How to feed your freakish brain: My new column for Discover

By Carl Zimmer | July 26, 2011 6:27 pm

The human brain is, for want of a better word, ginormous. Sure, it’s only about as big as a cantaloupe, but it’s made of the hungriest cells in the human body. Keeping the brain supplied with energy is a huge challenge. In my new column in Discover, I describe how scientists have discovered some of the molecular tricks we’ve evolved to feed our neurological beast. Check it out.

CATEGORIZED UNDER: Brains, Writing Elsewhere

Comments (6)

  1. Hi.
    A really nice article I enjoyed reading it a lot. Could you please send me the reference for the Wray paper on SLC2A1?.
    Thank you.

    [CZ: Thanks, Aurelio. I heard Wray present results at AAAS this February. He’s already published some similar results on another gene earlier this year here.]

  2. The brain is a mysterious organ as Dr. Ben Carson would happily agree with me on this.

  3. Our brains are going to be HUGE in 200,000 years!

  4. One factor that you did not mention is the importance of cooking on the development of the brain. It’s a good tie-in, actually. A few years ago, there were a few articles I read about the influence of easier-to-digest food on human evolution. By processing and cooking food, humans externalized some of the expense of extracting nutrients, allowing us to be adequately nourished even though our bodies lack the robust digestive apparatus of other animals. Cooking obviates the need for large numbers of nutrient transport proteins, etc. in the rest of the body, making resources available for supporting the brain.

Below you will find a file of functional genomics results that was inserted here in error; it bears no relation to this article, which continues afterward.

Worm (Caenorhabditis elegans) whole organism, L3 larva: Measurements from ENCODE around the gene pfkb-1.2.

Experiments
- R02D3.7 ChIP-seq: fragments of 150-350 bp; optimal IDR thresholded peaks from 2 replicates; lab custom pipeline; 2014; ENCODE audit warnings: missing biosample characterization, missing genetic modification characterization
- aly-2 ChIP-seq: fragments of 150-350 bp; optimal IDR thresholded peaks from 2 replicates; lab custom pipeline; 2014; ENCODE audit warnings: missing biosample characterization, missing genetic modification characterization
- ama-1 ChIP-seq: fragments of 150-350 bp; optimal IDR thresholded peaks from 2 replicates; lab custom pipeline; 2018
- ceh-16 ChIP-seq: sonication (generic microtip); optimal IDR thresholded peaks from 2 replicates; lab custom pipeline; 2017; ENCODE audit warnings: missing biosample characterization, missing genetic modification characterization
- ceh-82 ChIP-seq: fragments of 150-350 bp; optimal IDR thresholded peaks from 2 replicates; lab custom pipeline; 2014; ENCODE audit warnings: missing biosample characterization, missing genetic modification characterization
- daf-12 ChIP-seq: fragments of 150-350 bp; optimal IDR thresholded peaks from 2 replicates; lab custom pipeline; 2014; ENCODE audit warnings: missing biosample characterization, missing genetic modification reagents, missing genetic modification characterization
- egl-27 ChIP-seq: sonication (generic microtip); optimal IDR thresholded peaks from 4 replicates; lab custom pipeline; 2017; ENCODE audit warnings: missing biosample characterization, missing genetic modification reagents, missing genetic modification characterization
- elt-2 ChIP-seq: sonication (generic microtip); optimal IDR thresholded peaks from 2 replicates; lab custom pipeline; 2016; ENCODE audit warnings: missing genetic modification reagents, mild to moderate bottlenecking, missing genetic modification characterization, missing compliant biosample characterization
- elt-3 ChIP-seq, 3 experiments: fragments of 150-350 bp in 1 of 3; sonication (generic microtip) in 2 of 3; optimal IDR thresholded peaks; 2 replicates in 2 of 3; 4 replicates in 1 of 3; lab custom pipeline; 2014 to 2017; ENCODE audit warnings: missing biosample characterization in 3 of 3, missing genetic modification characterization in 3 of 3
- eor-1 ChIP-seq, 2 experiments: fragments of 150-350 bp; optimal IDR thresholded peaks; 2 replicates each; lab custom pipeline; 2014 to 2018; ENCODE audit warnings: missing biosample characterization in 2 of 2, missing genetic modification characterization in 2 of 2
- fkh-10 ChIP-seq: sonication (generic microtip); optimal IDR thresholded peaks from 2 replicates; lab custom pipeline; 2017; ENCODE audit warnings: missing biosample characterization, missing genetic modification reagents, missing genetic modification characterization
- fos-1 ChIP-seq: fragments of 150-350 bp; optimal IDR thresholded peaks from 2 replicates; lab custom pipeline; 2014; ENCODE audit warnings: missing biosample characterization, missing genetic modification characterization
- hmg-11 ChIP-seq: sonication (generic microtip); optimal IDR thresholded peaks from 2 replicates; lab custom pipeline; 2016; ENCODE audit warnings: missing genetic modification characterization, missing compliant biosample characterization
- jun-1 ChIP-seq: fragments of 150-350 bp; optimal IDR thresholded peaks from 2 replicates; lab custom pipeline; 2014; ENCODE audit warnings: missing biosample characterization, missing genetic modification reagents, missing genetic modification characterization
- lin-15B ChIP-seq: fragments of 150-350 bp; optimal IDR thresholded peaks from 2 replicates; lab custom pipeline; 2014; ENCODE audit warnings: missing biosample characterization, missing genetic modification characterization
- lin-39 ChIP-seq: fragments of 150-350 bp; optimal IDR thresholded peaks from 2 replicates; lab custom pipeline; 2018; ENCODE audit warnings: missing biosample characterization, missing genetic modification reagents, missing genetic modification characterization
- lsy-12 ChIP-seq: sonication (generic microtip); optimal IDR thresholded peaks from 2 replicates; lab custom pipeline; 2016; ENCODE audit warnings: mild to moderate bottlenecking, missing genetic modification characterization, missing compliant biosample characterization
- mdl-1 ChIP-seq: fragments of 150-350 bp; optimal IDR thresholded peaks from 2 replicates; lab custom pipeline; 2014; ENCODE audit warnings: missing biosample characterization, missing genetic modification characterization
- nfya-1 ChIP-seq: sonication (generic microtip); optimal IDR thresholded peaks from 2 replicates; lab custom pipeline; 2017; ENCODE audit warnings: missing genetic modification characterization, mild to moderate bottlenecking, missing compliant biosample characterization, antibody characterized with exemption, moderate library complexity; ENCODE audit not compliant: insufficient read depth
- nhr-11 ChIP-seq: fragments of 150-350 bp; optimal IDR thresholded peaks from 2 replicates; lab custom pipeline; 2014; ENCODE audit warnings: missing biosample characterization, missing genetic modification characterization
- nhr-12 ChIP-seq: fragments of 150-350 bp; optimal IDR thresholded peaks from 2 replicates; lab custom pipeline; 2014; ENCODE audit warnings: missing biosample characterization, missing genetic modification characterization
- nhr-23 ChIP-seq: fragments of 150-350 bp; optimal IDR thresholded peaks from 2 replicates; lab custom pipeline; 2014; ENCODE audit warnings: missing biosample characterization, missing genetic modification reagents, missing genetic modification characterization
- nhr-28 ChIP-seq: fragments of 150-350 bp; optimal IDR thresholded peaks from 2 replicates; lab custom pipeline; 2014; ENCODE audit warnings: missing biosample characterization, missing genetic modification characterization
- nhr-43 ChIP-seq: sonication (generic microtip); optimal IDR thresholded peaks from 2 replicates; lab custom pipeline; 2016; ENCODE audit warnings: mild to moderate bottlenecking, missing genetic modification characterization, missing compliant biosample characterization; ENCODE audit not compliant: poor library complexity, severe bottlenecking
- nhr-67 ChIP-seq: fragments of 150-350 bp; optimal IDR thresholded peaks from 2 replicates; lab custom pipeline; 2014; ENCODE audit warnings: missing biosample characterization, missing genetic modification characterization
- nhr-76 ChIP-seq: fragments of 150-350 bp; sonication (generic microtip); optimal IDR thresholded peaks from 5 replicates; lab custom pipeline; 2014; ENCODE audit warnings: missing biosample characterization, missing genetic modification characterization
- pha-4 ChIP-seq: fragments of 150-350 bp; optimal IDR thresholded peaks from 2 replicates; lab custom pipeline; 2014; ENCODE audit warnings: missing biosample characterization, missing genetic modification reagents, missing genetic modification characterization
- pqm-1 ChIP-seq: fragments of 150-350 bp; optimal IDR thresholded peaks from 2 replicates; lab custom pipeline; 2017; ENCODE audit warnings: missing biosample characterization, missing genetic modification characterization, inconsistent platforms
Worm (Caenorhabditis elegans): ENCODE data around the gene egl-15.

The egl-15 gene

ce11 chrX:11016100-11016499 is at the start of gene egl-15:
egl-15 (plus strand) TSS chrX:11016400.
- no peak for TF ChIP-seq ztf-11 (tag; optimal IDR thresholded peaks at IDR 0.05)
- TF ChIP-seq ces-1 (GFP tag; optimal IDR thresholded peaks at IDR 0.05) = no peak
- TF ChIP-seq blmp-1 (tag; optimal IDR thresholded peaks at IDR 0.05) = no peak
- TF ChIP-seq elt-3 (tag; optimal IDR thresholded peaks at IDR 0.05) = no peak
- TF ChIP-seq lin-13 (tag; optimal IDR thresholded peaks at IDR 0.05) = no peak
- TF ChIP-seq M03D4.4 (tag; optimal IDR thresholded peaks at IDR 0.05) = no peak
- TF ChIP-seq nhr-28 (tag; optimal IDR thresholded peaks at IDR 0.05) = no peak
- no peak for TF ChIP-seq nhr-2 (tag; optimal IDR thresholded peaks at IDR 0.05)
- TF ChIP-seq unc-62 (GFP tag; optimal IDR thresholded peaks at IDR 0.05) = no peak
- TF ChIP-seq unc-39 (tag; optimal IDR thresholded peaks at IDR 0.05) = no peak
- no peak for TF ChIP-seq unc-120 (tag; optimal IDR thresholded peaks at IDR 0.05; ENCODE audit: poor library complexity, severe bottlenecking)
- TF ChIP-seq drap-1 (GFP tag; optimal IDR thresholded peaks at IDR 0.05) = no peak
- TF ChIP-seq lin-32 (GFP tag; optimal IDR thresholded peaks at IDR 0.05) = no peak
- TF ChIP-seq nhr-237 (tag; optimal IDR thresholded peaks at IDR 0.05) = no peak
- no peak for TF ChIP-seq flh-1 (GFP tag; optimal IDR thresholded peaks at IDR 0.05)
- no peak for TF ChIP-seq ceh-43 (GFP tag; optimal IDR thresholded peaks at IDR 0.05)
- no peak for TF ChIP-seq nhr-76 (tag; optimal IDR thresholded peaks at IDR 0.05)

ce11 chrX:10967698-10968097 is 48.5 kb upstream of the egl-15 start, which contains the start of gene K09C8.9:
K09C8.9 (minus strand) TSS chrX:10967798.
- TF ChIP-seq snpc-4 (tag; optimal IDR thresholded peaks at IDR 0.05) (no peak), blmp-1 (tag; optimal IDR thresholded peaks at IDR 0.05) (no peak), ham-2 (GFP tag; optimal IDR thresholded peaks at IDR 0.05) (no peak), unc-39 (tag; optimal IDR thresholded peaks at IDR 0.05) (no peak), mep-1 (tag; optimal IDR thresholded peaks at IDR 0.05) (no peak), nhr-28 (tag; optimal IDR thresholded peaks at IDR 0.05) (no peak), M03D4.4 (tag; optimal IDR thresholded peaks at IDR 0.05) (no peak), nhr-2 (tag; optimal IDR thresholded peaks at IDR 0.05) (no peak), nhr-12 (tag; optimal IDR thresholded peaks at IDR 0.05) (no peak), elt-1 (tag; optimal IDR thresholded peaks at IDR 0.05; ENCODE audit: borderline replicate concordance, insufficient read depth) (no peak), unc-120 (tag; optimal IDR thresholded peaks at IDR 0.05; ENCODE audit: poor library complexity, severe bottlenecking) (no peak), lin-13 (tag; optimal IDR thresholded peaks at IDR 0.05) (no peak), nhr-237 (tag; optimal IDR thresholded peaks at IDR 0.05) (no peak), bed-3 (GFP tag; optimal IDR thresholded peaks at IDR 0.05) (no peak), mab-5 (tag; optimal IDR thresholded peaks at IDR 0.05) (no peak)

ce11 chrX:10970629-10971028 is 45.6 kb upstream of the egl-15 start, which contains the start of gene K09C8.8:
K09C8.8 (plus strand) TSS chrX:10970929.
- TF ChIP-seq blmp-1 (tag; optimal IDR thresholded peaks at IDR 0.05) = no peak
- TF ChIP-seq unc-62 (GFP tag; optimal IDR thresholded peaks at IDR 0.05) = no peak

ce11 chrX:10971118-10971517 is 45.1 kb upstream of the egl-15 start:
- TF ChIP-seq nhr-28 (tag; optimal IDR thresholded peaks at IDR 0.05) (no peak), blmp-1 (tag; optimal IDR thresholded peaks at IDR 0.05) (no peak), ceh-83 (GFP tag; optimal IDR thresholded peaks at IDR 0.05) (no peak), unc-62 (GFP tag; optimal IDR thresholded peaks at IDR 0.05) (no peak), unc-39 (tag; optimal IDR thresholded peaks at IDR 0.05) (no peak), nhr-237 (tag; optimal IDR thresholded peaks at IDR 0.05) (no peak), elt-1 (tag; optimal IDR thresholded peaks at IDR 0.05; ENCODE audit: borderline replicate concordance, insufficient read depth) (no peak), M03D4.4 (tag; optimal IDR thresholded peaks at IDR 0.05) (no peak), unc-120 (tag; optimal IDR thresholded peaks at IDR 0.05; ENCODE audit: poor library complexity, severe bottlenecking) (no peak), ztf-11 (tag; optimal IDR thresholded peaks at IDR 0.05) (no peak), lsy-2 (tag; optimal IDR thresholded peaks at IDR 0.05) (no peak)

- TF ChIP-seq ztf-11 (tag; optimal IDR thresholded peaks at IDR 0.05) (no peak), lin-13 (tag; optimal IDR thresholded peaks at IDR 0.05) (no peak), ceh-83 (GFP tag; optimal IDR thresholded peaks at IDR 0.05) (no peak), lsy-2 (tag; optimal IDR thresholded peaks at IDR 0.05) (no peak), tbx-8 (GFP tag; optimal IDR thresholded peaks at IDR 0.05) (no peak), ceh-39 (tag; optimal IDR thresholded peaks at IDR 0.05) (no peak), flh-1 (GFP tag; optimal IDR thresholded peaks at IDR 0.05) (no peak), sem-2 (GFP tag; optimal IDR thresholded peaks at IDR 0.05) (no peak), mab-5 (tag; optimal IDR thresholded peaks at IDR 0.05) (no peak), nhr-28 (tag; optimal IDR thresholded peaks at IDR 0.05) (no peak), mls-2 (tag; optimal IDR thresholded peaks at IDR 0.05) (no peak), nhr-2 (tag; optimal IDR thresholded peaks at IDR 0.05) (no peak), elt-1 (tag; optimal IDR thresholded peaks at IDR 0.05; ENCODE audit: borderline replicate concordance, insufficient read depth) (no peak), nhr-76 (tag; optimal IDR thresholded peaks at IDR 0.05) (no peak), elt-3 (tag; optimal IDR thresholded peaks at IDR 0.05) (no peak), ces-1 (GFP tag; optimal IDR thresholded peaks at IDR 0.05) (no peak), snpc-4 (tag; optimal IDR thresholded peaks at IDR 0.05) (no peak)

Another interesting correlation may be in the typical body mass of children with anencephaly. Without a large brain to support, the anencephalic fetus develops a large, robust body. I think there was a genetically modified mouse that also demonstrated this phenomenon.

  5. Crows Are Cool

    It’s time for a full investigation of the brains of some of the most intelligent animals in the kingdom. Check out: A Murder of Crows ~ Full Episode | Nature | PBS http://to.pbs.org/pR7W9Q . Crows appear to have the intelligence equivalent of apes: they use tools, can plan three steps in advance to use tools to obtain food, eat a complicated omnivore diet, prepare food, speak in a “family dialect” as well as using an open alerting channel, teach their young and mourn their dead. Amazing!

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The Loom

A blog about life, past and future. Written by DISCOVER contributing editor and columnist Carl Zimmer.

About Carl Zimmer

Carl Zimmer writes about science regularly for The New York Times and magazines such as DISCOVER, which also hosts his blog, The LoomHe is the author of 12 books, the most recent of which is Science Ink: Tattoos of the Science Obsessed.

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